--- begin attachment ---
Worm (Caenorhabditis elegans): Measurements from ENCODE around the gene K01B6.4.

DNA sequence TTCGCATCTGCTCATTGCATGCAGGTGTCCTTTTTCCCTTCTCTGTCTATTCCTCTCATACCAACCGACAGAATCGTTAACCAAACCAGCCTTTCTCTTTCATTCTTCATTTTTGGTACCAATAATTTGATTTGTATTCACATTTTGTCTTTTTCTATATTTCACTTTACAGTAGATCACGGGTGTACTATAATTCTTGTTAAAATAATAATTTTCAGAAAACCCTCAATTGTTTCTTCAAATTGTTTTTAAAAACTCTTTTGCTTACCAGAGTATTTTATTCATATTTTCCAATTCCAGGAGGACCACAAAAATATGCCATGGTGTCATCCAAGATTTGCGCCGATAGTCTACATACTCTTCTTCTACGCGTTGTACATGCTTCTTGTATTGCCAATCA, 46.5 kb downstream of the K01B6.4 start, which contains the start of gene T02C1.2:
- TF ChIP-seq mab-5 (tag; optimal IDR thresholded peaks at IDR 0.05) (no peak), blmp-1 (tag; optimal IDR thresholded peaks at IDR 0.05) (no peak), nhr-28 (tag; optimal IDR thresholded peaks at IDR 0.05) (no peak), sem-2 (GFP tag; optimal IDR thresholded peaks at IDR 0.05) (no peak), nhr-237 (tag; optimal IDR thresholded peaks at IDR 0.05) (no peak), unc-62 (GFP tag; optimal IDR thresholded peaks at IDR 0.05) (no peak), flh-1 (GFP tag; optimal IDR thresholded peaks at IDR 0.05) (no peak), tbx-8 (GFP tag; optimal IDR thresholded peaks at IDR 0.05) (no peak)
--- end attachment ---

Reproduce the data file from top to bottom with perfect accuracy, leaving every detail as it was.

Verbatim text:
Worm (Caenorhabditis elegans): Measurements from ENCODE around the gene K01B6.4.

DNA sequence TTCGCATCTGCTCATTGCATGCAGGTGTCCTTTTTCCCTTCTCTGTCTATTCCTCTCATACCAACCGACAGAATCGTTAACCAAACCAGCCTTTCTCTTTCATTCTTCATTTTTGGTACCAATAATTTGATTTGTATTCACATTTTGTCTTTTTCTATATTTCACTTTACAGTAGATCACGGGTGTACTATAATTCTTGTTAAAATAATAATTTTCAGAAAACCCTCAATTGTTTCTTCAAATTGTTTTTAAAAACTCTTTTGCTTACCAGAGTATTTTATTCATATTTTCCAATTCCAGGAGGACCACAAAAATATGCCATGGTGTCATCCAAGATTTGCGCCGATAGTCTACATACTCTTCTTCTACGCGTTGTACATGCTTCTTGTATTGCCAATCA, 46.5 kb downstream of the K01B6.4 start, which contains the start of gene T02C1.2:
- TF ChIP-seq mab-5 (tag; optimal IDR thresholded peaks at IDR 0.05) (no peak), blmp-1 (tag; optimal IDR thresholded peaks at IDR 0.05) (no peak), nhr-28 (tag; optimal IDR thresholded peaks at IDR 0.05) (no peak), sem-2 (GFP tag; optimal IDR thresholded peaks at IDR 0.05) (no peak), nhr-237 (tag; optimal IDR thresholded peaks at IDR 0.05) (no peak), unc-62 (GFP tag; optimal IDR thresholded peaks at IDR 0.05) (no peak), flh-1 (GFP tag; optimal IDR thresholded peaks at IDR 0.05) (no peak), tbx-8 (GFP tag; optimal IDR thresholded peaks at IDR 0.05) (no peak)